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Community and Q&A

Why cold-climate heat pumps are becoming more common

Jerry Liebler | Posted in Energy Efficiency and Durability on

It used to be, not so long ago, that heating by available reasonable cost heat pump alone was impossible throughout much of the US. What changed? Basically discovery and adoption of Enhanced Vapor Injection EVI. At first EVI was implemented in scroll compressors by injection of refrigerant into the scroll where it could, in effect perform as a 2 stage compressor. Mitsubshi pioneered a system where a low cost dual rotary compressor performed as 2 cascaded compressors with vapor injection between stages. The Mitsubshi approach essentially buried all of the EVI inside the sealed compressor. allowing a totally conventional refrigerant loop outside. Fujitsu soon folowed with their similar, even better performing products. The China clone makers couldn’t get the magical compressors. Enter Toshiba who developed a family of compressors with “hidden” EVI aimed at the clone makers of China. If not already, soon every brand will have a “hyper heat” family of models based on the different size compressors offered by Toshiba. All of which extend performance and allow rated heat output at 0c and 1/3 of minimum output at 47f. with a tiny cost penalty over conventional compressors. Some of the clones have better “tuned” hardware around the compressors and offer even wider performance range. Hidden EVI works by a single tube a “capillary” tube fed with some of the hot gas from the output of the compressor, wrapping around the vapor input to the compressor where the gas condenses and heat from the flow through the capillary is transferred to the gas going into the compressor. The same tube continues back around the compressor output where the liquid flowing through it is evaporated,cooling the hot gas coming out of the compressor and the flow through the tube becomes a vapor which is ” injected” between the two rotors. It makes for a very simple system requiring addition of only some tubing.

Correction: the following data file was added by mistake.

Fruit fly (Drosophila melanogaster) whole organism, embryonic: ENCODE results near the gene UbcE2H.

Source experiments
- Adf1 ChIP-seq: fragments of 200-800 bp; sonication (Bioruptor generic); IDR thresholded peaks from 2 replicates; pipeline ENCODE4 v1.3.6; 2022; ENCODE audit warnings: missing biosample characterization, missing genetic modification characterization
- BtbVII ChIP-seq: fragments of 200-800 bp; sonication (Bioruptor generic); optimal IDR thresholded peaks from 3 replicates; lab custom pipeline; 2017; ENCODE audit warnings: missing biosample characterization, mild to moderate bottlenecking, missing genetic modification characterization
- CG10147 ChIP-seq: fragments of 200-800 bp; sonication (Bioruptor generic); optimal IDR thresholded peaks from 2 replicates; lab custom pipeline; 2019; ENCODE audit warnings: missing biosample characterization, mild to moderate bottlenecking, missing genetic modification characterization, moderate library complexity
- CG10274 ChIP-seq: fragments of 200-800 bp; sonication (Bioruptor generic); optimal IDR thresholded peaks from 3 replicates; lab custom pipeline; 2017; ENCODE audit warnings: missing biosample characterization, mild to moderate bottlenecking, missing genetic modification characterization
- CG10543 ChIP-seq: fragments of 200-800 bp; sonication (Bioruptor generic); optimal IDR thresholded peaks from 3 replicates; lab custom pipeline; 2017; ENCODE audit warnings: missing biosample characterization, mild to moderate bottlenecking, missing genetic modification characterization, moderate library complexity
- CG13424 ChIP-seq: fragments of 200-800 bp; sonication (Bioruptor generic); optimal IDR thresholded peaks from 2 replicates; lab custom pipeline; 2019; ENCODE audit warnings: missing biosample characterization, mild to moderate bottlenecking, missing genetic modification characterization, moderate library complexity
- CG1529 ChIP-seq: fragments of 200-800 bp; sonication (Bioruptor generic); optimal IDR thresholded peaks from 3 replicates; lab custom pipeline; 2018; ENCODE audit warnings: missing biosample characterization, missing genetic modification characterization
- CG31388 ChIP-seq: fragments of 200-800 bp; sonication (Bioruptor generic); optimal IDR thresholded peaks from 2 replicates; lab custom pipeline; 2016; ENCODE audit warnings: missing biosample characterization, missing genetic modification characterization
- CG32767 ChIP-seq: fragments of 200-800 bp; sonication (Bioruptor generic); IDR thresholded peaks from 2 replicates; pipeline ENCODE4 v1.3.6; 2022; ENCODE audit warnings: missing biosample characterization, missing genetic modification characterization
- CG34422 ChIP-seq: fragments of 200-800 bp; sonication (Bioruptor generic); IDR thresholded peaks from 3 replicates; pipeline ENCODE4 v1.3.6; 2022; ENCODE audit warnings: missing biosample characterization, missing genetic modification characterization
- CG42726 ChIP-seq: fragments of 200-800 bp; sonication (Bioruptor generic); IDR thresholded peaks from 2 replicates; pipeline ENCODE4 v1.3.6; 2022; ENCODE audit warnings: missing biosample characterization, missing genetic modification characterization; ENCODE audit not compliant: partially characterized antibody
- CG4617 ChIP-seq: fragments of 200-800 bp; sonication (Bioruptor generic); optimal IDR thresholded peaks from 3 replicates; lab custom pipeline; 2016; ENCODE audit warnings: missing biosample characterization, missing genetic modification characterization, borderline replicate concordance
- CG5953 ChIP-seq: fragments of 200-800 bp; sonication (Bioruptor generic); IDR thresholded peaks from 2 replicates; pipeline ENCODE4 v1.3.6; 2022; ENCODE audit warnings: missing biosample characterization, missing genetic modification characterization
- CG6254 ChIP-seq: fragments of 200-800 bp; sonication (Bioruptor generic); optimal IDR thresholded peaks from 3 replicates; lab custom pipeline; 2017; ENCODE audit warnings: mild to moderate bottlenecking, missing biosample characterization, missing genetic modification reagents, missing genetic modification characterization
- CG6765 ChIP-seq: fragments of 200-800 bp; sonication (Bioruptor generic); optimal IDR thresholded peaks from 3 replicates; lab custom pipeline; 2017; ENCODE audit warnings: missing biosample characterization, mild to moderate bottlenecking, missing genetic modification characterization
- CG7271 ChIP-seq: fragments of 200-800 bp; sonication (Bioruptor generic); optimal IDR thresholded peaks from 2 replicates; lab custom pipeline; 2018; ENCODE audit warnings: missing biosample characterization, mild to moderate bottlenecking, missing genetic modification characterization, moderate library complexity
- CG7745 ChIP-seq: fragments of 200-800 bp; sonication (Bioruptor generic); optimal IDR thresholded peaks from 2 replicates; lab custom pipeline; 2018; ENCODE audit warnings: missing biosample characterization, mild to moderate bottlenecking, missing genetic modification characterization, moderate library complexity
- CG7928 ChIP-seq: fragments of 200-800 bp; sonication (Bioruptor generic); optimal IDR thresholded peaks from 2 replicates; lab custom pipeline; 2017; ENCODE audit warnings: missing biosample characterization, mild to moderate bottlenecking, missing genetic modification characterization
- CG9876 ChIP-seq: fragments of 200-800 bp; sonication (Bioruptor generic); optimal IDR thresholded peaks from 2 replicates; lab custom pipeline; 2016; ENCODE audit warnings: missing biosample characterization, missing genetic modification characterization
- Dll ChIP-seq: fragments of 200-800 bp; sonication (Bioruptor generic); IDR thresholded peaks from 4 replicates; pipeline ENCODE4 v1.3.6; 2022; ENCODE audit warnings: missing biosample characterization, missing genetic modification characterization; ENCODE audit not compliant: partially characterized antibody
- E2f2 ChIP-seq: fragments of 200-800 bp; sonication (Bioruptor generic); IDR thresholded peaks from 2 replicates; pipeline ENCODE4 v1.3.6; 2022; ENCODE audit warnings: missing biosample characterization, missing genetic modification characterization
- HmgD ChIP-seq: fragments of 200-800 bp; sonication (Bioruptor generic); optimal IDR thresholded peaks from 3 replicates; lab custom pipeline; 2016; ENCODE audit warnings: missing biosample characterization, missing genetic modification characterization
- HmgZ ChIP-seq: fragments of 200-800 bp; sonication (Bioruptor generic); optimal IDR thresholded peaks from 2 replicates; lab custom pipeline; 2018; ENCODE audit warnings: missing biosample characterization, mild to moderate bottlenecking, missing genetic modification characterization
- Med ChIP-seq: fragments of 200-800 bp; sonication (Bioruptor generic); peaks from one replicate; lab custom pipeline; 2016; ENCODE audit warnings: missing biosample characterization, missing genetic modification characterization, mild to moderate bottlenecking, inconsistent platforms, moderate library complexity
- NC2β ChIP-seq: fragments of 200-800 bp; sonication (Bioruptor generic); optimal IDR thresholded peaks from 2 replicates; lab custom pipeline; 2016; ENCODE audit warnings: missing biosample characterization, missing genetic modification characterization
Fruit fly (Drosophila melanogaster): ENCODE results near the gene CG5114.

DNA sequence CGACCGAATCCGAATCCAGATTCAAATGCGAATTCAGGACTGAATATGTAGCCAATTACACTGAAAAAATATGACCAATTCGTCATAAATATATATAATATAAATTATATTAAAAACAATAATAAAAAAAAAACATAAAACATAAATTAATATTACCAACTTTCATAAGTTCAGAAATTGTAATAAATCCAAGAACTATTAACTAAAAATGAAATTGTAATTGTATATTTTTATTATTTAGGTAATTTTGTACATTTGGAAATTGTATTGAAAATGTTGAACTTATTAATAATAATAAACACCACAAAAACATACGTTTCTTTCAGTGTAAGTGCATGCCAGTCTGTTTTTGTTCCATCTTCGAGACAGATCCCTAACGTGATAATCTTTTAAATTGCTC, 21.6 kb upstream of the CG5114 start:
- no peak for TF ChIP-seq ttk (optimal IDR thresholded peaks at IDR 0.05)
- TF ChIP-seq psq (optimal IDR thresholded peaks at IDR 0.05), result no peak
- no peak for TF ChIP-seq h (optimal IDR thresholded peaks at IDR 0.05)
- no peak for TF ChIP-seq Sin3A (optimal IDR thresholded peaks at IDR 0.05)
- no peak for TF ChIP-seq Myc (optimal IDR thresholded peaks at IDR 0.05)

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Replies

  1. Jerry Liebler | | #1

    Sorry I quit typing too soon. Sophisticated compressor monitoring&control firmware is needed to "get the most "out of these compressors. Output gas temperature must be monitored and set an upper limit on compressor speed. The hidden EVI works well for a range of compressor speeds but the fact that refrigerant is a mixture with some oil can cause it's performance to suffer. At lower speeds the oil may reduce the capillary flow too much and COP will plummet. The onset of this situation determines how slow the compressor can run. Better firmware detects the performance hit and temporarily raises the lower speed limit. EDIT: In addition the built in EVI allows, since it's operation involves both a cooling and heating action on flowing refrigerant, a widened ambient temperature environment around the compressor . For example motor windings can be cooled and oil warmed. In well designed systems power can be shut off to resistance crank case heaters otherwise needed in cold ambient operation..

  2. Calum Wilde | | #2

    Great post. Thanks!

  3. Calum Wilde | | #3

    As the owner of two said systems, I'm all ears. Or eyes... You know what I mean. :)

  4. Calum Wilde | | #4

    I love this site, but the mobile integration is lacking.

  5. Jerry Liebler | | #5

    Calum,
    Glad you liked it. I'm hoping someone will explain why Fujitsu systems,maybe not all but certainly some, acts differently? The Fujitsu systems performs more like a fully optimized scroll system delivering much higher COP during operation with smaller difference between IDT and ODT. (where running without EVI gives better COP).

  6. Calum Wilde | | #6

    .

  7. Calum Wilde | | #7

    .

  8. Lance Peters | | #8

    Is there a place to get detailed COP/output/temperature charts for both Mitsubishi and Fujitsu hyper heat ASHP products? Comparing the two based on published specs is very difficult for really cold climate applications.

  9. David Martin | | #9

    Lance,

    The Northeast Energy Efficiency Partnerships has a great web site with a spreadsheet that not only compares the data for many heat pumps but also shows information for low temperatures.

    http://www.neep.org/initiatives/high-efficiency-products/emerging-technologies/ashp/cold-climate-air-source-heat-pump

    Dave

  10. Lance Peters | | #10

    Thanks David, I'll check that out!

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